profiling | discriminatory profiling of Ruby code | Monitoring library

 by   lukes Ruby Version: Current License: MIT

kandi X-RAY | profiling Summary

kandi X-RAY | profiling Summary

profiling is a Ruby library typically used in Performance Management, Monitoring, Ruby On Rails applications. profiling has no bugs, it has no vulnerabilities, it has a Permissive License and it has low support. You can download it from GitHub.

Non-discriminatory profiling for your MRI Ruby code. This gem is a small wrapper around the ruby-prof gem, which is its only dependency. It lets you do simple but powerful profiling of your friend's bad code.

            kandi-support Support

              profiling has a low active ecosystem.
              It has 12 star(s) with 0 fork(s). There are 3 watchers for this library.
              It had no major release in the last 6 months.
              profiling has no issues reported. There are no pull requests.
              It has a neutral sentiment in the developer community.
              The latest version of profiling is current.

            kandi-Quality Quality

              profiling has no bugs reported.

            kandi-Security Security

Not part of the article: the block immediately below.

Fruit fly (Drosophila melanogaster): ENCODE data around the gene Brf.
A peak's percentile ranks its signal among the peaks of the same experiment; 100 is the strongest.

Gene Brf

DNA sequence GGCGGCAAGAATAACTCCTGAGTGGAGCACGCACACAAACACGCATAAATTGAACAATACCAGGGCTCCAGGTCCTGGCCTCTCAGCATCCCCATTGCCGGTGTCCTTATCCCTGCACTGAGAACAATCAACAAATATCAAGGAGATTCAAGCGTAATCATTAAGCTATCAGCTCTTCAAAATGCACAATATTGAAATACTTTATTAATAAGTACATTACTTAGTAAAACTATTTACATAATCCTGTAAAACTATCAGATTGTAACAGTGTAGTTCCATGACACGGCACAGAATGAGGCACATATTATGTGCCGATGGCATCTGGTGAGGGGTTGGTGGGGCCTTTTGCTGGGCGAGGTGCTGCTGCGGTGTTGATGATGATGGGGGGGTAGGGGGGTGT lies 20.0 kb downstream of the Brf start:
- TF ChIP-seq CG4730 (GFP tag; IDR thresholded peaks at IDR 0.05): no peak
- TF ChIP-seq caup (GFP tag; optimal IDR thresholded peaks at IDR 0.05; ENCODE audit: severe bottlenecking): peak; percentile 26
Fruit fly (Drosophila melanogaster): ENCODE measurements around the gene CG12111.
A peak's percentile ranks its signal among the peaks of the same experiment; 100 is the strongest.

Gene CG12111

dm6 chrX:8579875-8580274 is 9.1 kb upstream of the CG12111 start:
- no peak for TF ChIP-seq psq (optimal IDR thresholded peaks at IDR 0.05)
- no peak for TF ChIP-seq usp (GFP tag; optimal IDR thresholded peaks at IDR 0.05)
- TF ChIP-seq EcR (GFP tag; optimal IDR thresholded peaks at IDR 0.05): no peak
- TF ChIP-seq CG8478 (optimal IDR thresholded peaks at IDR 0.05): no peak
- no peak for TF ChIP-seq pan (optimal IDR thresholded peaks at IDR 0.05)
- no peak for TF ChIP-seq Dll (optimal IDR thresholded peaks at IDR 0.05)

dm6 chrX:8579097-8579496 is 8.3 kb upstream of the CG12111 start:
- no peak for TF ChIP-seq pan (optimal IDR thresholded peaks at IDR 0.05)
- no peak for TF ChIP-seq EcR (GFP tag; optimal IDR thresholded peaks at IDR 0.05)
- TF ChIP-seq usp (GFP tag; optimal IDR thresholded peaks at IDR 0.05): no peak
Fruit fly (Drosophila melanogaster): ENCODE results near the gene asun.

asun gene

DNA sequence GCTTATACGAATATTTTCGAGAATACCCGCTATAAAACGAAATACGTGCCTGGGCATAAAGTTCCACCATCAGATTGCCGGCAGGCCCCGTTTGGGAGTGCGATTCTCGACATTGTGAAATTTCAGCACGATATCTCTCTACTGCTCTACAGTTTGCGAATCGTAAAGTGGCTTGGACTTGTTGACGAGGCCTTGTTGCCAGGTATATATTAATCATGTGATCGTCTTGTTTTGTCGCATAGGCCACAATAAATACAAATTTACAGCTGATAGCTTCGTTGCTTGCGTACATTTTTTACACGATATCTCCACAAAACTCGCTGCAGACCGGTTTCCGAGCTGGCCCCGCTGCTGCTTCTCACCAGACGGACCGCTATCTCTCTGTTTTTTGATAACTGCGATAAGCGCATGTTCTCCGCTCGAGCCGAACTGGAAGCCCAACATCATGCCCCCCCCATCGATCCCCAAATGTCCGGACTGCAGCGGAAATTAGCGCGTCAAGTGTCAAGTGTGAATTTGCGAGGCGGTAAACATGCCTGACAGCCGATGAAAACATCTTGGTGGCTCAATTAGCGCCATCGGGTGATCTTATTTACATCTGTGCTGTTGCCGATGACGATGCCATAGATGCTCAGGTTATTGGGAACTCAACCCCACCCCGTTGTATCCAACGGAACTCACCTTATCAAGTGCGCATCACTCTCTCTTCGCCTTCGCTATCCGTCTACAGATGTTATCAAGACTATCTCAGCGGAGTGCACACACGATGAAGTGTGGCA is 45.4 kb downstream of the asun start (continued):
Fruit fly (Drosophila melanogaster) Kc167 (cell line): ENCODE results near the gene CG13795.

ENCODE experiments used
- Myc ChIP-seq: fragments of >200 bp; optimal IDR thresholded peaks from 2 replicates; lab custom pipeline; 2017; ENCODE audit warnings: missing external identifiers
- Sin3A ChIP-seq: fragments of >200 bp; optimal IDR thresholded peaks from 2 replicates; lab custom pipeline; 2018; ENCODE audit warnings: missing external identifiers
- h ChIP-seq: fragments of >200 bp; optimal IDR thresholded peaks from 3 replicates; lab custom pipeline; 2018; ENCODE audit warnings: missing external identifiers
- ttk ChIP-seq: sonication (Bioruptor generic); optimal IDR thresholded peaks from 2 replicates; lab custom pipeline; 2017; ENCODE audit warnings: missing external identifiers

profiling has no vulnerabilities reported, and its dependent libraries have no vulnerabilities reported.

            kandi-License License

              profiling is licensed under the MIT License. This license is Permissive.
              Permissive licenses have the least restrictions, and you can use them in most projects.

            kandi-Reuse Reuse

              profiling releases are not available. You will need to build from source code and install.
              Installation instructions, examples and code snippets are available.

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            profiling Key Features

            No Key Features are available at this moment for profiling.

            profiling Examples and Code Snippets

            No Code Snippets are available at this moment for profiling.

            Community Discussions


            profile kubectl using pprof
            Asked 2021-Jun-11 at 13:29

            In the kubernetes source code there is a block of code that handles the profiling part but I can not acces the endpoints:



            Answered 2021-Jun-11 at 13:29


            How to collect profiling info from Haskell service running in Kubernetes?
            Asked 2021-Jun-09 at 16:24

            I have a microservice written in Haskell, the compiler is 8.8.3. I built it with --profile option and ran it with +RTS -p. It is running about 30 minutes, there is .prof file but it is empty (literally 0 bytes). Previously I did it on my local machine and I stop the service with CTRL-C and after the exit it produced .prof file which was not empty.

            So, I have 2 questions:

            1. How to collect profiling information when a Haskell microservice runs under Kubernetes in the most correct way (to be able to read this .prof file)?